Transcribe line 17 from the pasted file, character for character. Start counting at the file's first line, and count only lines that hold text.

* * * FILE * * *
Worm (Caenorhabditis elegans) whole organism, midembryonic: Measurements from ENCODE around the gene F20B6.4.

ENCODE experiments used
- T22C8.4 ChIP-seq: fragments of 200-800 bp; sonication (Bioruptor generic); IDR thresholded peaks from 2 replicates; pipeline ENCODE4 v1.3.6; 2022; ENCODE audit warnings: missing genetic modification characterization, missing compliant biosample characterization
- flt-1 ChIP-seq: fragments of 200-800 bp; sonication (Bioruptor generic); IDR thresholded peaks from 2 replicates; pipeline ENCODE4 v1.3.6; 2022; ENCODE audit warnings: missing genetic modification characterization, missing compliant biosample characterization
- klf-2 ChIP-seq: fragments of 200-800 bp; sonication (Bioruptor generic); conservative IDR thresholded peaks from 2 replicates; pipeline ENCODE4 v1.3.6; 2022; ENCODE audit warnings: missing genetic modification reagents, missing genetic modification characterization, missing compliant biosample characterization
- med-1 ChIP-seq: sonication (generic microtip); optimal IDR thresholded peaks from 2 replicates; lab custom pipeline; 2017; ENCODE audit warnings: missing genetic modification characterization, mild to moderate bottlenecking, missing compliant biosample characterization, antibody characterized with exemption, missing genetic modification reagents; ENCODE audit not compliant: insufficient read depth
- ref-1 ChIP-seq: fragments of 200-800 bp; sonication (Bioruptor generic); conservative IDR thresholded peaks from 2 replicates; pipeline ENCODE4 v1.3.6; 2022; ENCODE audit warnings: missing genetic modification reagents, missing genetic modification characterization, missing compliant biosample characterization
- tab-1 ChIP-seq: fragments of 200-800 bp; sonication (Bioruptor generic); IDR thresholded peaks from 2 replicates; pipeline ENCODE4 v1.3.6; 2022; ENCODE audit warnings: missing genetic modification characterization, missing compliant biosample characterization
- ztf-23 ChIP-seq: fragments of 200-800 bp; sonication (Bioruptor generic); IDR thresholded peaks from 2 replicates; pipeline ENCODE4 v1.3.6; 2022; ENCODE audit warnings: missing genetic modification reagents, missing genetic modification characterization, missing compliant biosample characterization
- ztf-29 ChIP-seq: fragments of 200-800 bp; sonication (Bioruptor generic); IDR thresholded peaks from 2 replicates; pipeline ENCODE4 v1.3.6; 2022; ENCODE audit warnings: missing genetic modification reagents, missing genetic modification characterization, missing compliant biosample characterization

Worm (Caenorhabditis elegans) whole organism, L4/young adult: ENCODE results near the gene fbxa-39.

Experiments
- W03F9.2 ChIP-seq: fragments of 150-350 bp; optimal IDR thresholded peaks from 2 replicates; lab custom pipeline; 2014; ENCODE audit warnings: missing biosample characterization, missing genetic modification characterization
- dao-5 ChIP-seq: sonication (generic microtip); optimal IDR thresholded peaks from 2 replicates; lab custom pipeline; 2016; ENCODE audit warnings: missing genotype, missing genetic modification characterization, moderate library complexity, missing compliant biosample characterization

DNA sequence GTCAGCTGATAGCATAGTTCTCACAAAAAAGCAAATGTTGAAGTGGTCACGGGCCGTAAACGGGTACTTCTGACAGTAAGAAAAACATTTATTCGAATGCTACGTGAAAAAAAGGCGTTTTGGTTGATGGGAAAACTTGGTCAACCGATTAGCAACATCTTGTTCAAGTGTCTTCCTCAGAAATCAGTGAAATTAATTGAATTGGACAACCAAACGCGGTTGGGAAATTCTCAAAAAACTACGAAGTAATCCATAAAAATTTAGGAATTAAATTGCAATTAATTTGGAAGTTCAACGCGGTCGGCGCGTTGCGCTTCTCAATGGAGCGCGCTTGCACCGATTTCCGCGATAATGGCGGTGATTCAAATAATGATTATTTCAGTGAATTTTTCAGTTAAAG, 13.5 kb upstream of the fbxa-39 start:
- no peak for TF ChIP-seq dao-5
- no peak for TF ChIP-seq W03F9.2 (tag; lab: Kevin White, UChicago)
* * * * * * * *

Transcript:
- no peak for TF ChIP-seq W03F9.2 (tag; lab: Kevin White, UChicago)